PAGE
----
Directing art and aesthetics
Rajeevan's sets for some recent films have been noticed and lauded. Creating an ambience the script demands with a little colour and glamour is an art director's job, he tells MALATHI RANGARAJAN.
The woodhouse was almost a character in "Kaakha ... "
THE YOUNG art director has three recent films to his credit and has made a mark in each of them. "Cinema is team work and technicians have to vibe well for the end product to be a success," he says. Whether it was "Mounam Paesiyadhae", " Parthiban Kanavu" or the recent "Kaakha Kaakha", the congenial atmosphere helped him do his best in the arena of art, believes Rajeevan.
For all this, films were never on Rajeevan's agenda when he began his career. Even in his college days at Loyola, he had always wanted to be a part of Chennai's theatre activity. But scope was limited. So soon it was ad films and documentaries. Still cinema was not his goal. His stint with the innovative Sabu Cyril led him to his first offer "Adharmam".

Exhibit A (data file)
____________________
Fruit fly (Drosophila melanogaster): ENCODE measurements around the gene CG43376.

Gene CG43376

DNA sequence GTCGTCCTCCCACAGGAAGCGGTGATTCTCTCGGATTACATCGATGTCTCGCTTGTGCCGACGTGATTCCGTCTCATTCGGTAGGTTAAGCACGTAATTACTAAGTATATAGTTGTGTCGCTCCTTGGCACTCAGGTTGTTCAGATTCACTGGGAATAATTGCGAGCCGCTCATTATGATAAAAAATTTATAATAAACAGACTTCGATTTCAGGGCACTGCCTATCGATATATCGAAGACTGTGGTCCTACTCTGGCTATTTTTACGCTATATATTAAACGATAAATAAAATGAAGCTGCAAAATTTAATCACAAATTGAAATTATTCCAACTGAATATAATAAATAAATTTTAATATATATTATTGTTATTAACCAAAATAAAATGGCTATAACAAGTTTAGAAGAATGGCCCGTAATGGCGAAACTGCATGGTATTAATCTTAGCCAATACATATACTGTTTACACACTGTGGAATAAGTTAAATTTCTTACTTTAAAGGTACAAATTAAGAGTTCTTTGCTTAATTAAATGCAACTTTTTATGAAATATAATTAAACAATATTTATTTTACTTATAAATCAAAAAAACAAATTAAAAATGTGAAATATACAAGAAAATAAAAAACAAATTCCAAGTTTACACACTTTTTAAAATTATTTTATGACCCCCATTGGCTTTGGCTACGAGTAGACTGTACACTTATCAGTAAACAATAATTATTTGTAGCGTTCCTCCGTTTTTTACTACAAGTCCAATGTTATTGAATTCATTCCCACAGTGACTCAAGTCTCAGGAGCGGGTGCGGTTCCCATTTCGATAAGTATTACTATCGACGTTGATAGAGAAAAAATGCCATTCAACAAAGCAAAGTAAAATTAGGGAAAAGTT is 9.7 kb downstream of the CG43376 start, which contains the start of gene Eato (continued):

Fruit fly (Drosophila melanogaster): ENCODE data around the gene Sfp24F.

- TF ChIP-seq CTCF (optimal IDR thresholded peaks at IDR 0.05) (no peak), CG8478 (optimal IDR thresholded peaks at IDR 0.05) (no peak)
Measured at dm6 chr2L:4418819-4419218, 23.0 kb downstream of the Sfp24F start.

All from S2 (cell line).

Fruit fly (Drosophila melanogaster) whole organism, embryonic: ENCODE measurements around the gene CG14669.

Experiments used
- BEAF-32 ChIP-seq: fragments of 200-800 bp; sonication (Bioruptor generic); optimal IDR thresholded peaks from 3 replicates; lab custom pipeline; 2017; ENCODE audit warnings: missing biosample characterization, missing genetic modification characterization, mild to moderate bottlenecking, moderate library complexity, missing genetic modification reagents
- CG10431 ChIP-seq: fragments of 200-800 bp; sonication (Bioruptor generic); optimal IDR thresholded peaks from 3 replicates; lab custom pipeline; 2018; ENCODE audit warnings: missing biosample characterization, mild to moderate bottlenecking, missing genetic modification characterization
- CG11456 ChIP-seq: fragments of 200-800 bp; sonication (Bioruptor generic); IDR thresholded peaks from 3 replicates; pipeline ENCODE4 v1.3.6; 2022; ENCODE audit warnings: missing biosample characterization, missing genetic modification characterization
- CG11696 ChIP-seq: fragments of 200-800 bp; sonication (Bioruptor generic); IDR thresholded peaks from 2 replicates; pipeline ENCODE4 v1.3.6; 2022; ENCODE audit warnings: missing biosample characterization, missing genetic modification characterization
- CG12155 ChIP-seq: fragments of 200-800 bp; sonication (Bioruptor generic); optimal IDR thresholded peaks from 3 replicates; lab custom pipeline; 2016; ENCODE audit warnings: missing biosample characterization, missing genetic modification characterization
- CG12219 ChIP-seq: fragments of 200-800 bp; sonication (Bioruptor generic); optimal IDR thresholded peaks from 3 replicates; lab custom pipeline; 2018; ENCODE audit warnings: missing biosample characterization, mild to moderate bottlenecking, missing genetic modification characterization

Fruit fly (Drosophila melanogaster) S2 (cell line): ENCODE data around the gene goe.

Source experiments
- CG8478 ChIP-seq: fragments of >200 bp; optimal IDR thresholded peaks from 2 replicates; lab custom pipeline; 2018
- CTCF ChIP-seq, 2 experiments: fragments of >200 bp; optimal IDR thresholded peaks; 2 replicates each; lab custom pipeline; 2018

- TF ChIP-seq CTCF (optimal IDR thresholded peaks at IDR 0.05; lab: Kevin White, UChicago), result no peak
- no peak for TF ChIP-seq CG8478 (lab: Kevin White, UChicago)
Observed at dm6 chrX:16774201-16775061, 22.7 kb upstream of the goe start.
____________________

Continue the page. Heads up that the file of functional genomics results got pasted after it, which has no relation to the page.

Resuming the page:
The experience could not have been very rewarding because Rajeevan returned to theatre and ads without looking for other projects in films. Meanwhile he had some unpleasant encounters in the past few years, but he prefers not to talk about them. "Things are looking up now, and that's what matters. The scenario looks quite competitive, but the healthy aspect is that every one of us is busy."
What exactly is an art director's job? Till about a couple of decades ago, apart from the lead actor and director, no other name in the film credits mattered, and the work of the technical crew was hardly noticed.
But today's filmgoer is very well aware of the many departments of cinema. "Our job is to create the logically right ambience and present the backdrop a script demands ... of course there's a little bit of dream, glamour and colour, all subtly interwoven without distracting the viewer from the story and action," Rajeevan explains.